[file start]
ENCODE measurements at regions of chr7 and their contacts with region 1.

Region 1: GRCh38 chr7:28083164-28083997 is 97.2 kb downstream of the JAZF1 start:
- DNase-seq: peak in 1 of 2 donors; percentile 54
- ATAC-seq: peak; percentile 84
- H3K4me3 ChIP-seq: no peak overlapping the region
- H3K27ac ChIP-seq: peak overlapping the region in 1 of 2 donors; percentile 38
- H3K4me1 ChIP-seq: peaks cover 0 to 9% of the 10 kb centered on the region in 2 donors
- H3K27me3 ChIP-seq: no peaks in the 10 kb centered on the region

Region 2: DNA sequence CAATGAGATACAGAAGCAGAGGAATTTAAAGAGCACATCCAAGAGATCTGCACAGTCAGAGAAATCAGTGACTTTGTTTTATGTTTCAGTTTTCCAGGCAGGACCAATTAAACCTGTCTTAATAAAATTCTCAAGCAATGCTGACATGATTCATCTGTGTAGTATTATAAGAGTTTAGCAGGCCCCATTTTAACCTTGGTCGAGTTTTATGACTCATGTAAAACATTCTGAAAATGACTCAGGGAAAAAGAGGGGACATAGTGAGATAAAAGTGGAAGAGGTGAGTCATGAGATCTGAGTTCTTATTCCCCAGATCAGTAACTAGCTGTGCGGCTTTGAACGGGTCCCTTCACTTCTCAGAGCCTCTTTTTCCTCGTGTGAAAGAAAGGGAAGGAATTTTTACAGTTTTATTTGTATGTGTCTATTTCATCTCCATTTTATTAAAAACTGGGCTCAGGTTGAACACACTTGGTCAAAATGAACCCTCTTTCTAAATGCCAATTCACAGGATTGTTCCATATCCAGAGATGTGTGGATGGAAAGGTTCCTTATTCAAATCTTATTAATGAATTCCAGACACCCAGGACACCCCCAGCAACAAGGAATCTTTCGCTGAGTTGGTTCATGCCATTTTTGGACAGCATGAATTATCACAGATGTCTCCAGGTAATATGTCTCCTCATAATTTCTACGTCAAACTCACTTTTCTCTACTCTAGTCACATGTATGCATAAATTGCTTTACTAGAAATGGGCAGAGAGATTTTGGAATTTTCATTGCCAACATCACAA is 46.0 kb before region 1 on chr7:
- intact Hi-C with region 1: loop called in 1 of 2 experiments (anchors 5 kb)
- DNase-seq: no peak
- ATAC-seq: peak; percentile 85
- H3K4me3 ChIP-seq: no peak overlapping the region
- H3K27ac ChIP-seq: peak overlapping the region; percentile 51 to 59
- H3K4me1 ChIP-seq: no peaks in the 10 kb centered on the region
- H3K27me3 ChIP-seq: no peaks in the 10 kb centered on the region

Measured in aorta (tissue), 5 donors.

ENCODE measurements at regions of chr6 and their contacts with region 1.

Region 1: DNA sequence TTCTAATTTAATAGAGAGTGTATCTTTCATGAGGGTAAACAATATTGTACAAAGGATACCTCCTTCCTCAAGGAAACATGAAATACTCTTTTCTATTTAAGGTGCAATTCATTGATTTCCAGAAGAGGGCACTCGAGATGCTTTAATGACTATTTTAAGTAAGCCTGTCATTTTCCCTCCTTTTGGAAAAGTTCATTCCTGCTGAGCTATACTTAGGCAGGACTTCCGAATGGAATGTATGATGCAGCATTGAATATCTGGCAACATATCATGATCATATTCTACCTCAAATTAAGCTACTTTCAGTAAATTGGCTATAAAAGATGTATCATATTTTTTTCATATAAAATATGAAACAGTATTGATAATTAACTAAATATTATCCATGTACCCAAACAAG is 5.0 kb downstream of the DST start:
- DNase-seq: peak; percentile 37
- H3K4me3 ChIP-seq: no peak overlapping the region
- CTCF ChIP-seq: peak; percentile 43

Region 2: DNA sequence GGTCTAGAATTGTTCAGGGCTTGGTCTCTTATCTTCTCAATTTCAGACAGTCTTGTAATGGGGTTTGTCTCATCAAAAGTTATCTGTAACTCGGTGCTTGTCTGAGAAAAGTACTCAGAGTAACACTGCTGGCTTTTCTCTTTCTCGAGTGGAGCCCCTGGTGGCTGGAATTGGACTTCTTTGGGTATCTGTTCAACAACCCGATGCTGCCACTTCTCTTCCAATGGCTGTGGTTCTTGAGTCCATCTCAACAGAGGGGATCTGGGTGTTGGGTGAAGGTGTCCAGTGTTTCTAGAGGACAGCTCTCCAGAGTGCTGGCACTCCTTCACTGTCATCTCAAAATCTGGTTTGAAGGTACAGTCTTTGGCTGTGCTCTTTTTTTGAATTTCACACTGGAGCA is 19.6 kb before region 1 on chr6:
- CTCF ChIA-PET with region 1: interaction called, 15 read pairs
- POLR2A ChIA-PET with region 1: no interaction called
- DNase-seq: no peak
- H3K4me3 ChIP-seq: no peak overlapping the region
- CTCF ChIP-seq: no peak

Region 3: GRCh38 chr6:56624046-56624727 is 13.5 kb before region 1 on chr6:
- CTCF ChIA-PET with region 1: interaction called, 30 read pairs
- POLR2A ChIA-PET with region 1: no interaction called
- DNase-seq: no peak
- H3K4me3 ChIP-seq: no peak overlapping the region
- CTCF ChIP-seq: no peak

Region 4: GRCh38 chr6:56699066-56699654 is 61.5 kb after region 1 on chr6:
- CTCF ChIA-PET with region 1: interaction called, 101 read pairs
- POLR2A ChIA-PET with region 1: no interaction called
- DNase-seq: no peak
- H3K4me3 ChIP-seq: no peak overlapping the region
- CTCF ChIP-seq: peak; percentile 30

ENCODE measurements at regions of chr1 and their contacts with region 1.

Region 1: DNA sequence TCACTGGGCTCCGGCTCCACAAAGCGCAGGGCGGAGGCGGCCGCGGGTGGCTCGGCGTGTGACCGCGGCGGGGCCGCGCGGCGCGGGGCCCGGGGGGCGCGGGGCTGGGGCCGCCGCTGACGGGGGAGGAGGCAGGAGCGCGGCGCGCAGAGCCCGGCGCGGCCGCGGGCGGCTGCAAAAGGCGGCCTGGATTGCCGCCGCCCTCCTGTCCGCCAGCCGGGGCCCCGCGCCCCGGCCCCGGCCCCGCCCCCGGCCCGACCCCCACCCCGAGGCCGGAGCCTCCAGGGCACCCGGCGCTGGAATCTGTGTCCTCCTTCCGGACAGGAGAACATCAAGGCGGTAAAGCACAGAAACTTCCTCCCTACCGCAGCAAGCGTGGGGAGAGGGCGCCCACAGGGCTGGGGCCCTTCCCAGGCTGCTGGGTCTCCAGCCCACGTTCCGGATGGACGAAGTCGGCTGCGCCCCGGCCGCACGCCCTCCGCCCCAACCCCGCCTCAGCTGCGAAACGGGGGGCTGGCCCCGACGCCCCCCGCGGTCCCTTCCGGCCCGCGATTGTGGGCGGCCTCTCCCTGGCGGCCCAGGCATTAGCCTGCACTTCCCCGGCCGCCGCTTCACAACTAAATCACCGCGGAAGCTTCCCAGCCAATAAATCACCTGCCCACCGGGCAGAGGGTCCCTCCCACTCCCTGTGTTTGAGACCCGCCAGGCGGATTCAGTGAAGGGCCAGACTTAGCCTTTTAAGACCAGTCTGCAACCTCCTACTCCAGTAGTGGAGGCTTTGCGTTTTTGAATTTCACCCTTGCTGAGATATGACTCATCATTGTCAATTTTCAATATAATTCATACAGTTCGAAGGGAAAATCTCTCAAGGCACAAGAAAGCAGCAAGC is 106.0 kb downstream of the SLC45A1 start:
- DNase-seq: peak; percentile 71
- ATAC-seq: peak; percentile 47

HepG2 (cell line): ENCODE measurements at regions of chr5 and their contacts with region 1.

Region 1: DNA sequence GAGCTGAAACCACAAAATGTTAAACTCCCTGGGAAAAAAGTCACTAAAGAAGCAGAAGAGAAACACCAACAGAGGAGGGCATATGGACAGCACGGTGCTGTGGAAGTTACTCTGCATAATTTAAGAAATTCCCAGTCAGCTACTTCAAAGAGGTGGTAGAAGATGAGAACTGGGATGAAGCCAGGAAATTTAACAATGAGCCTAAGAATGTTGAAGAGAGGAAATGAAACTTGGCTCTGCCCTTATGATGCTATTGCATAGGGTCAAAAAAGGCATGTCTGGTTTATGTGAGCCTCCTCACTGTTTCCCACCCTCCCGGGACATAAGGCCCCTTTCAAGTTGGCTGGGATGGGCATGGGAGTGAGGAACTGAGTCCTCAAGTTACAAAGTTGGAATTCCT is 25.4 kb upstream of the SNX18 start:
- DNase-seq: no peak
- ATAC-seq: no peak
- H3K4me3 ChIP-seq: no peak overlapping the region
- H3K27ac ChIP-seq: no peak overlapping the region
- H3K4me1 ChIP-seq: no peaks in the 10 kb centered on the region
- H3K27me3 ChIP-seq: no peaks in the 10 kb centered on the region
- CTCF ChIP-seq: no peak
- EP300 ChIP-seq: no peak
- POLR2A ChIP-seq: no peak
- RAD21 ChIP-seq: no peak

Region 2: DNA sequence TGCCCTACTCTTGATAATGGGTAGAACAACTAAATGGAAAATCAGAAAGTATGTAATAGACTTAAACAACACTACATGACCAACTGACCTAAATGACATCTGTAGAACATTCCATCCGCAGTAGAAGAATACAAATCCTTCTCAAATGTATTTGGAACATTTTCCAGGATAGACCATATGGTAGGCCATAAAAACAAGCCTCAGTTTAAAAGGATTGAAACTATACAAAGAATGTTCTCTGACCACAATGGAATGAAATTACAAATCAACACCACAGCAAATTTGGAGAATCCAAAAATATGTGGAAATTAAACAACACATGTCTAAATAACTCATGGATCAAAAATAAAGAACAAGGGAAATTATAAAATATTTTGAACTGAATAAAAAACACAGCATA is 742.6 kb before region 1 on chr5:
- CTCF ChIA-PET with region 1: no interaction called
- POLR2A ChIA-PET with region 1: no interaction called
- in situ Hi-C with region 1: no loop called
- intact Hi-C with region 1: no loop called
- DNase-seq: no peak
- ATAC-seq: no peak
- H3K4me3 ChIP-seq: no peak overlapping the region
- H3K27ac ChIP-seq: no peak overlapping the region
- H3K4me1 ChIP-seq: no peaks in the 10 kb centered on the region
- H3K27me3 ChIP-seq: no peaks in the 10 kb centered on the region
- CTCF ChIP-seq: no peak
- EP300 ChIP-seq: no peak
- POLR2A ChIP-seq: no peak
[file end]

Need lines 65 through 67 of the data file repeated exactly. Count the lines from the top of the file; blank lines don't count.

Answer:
- H3K27ac ChIP-seq: no peak overlapping the region
- H3K4me1 ChIP-seq: no peaks in the 10 kb centered on the region
- H3K27me3 ChIP-seq: no peaks in the 10 kb centered on the region